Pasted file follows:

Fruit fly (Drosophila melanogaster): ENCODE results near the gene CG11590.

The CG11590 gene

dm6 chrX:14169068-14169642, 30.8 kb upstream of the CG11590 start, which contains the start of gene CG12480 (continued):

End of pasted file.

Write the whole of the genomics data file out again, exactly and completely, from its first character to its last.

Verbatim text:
Fruit fly (Drosophila melanogaster): ENCODE results near the gene CG11590.

The CG11590 gene

dm6 chrX:14169068-14169642, 30.8 kb upstream of the CG11590 start, which contains the start of gene CG12480 (continued):